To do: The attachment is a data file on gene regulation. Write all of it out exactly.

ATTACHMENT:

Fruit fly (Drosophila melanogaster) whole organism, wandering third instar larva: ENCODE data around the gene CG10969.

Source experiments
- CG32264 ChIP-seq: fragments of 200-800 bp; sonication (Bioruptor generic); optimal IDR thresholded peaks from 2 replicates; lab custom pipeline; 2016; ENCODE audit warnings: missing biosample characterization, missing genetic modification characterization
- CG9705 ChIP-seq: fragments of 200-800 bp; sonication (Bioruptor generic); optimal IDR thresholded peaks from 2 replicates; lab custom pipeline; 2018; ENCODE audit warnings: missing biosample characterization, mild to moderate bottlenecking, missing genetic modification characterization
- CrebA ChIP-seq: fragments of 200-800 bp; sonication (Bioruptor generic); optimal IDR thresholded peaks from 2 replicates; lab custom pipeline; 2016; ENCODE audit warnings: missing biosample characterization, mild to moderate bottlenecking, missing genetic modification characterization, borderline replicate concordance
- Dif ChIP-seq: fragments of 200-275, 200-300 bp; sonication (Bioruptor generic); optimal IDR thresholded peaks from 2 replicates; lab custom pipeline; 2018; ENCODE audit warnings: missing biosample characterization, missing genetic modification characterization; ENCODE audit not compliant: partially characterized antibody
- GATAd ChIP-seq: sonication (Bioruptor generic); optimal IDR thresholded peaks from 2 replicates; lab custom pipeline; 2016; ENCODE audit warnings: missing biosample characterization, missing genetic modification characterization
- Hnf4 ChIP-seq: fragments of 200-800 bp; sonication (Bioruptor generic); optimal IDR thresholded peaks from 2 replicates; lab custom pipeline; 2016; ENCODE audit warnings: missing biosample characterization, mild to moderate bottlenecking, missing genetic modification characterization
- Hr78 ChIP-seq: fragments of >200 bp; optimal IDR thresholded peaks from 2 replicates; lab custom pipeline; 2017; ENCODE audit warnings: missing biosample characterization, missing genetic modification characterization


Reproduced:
Fruit fly (Drosophila melanogaster) whole organism, wandering third instar larva: ENCODE data around the gene CG10969.

Source experiments
- CG32264 ChIP-seq: fragments of 200-800 bp; sonication (Bioruptor generic); optimal IDR thresholded peaks from 2 replicates; lab custom pipeline; 2016; ENCODE audit warnings: missing biosample characterization, missing genetic modification characterization
- CG9705 ChIP-seq: fragments of 200-800 bp; sonication (Bioruptor generic); optimal IDR thresholded peaks from 2 replicates; lab custom pipeline; 2018; ENCODE audit warnings: missing biosample characterization, mild to moderate bottlenecking, missing genetic modification characterization
- CrebA ChIP-seq: fragments of 200-800 bp; sonication (Bioruptor generic); optimal IDR thresholded peaks from 2 replicates; lab custom pipeline; 2016; ENCODE audit warnings: missing biosample characterization, mild to moderate bottlenecking, missing genetic modification characterization, borderline replicate concordance
- Dif ChIP-seq: fragments of 200-275, 200-300 bp; sonication (Bioruptor generic); optimal IDR thresholded peaks from 2 replicates; lab custom pipeline; 2018; ENCODE audit warnings: missing biosample characterization, missing genetic modification characterization; ENCODE audit not compliant: partially characterized antibody
- GATAd ChIP-seq: sonication (Bioruptor generic); optimal IDR thresholded peaks from 2 replicates; lab custom pipeline; 2016; ENCODE audit warnings: missing biosample characterization, missing genetic modification characterization
- Hnf4 ChIP-seq: fragments of 200-800 bp; sonication (Bioruptor generic); optimal IDR thresholded peaks from 2 replicates; lab custom pipeline; 2016; ENCODE audit warnings: missing biosample characterization, mild to moderate bottlenecking, missing genetic modification characterization
- Hr78 ChIP-seq: fragments of >200 bp; optimal IDR thresholded peaks from 2 replicates; lab custom pipeline; 2017; ENCODE audit warnings: missing biosample characterization, missing genetic modification characterization